Apple’s new MacBook Pro with Retina Display has met with almost universal praise, and for good reason. It’s gorgeous. The only real problem anyone seems to have with it is the general lack of upgradeability. I agree that it’s kind of a bummer. Some months ago, my friend Isaac lost the hard drive in his MacBook Pro. He borrowed my SATA-to-USB bridge and was able to get nearly all his data off the defective drive. Isaac also doubled the RAM in his MBP fairly inexpensively. The days of DIY repairs and upgrades appears to be over for MBP users. This is somewhat lamentable for me personally but overall I don’t think it’s that big a deal, and I certainly don’t think most typical Apple product users will care, seeing as how none of their nearly-ubiquitous iOS devices are upgradeable either. The upshot for Apple is they’ll make more money from people paying up front to “max out” their computers, or possibly from people buying new computers more often. It also allows them to design a more simple, elegant, and thin device…and that’s exactly what they’ve done.
Can’t really upgrade this guy…
|…but can’t really upgrade this guy either.|
The bigger point of contention from some in the creative fields isn’t what they released, but what they DIDN’T release: a major refresh of the Mac Pro line. Some have taken this (along with the latest iterations of their Aperture and Final Cut Pro software) as a signal that Apple is no longer making “professional” products, and that they are steering their products more toward consumers. For the most part, I agree with this assessment. If it is true, it would be difficult to blame Apple for doing so. They’ve made billions of dollars from consumer products. But I also don’t think it’s unreasonable for professional creatives to be a little upset about it since they are the ones who kept Apple alive for several years.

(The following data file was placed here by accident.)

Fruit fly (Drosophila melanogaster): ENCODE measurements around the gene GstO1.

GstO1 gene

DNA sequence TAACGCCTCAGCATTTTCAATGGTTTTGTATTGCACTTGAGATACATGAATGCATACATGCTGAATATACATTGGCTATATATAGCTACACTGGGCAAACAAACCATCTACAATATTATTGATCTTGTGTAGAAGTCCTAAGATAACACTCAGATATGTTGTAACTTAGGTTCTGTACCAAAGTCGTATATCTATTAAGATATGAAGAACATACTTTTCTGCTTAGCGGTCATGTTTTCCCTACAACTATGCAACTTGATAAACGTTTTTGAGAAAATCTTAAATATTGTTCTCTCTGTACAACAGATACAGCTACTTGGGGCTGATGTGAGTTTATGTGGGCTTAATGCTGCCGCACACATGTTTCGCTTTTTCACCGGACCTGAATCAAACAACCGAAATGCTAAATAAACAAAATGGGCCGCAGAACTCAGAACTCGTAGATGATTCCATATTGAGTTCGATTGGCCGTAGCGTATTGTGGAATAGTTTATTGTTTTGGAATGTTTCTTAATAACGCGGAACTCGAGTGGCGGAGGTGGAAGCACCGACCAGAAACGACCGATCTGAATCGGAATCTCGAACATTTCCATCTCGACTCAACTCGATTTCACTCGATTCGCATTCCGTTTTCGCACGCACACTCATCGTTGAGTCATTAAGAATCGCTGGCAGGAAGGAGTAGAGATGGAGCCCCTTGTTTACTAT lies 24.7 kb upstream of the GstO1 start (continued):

But is that really what’s going on? Personally I think what Apple intends to do is slowly level the playing field, particularly with Final Cut Pro X. One couldn’t easily make the leap from iMovie to Final Cut Pro 7. There’s a steep learning curve and one is obviously aimed at consumers and one is obviously aimed at pros. Final Cut Pro X represents a much easier leap from consumer to “pro” product, both in usability and price. Apple can slowly add pro-level features and plug-ins to what is right now only a “pro” (with air quotes) product and the learning curve becomes even easier to manage, while still placating pro users. Meanwhile, a generation of young iMovie users finds this popular “pro” product (assuming it maintains its popularity) familiar and intuitive. The result is not unlike the HDSLR filmmaking “revolution”: semi-pro level products with consumer pricing and usability.
For creatives in general and aspiring editors in particular, this means paying attention to “the craft” will become even more important than it already is. The ability to use an NLE will be virtually meaningless. A grasp of the principles of good editing—and to a lesser extent the speed and thrift with which you edit—will become your selling point.
Other stuff on the subject: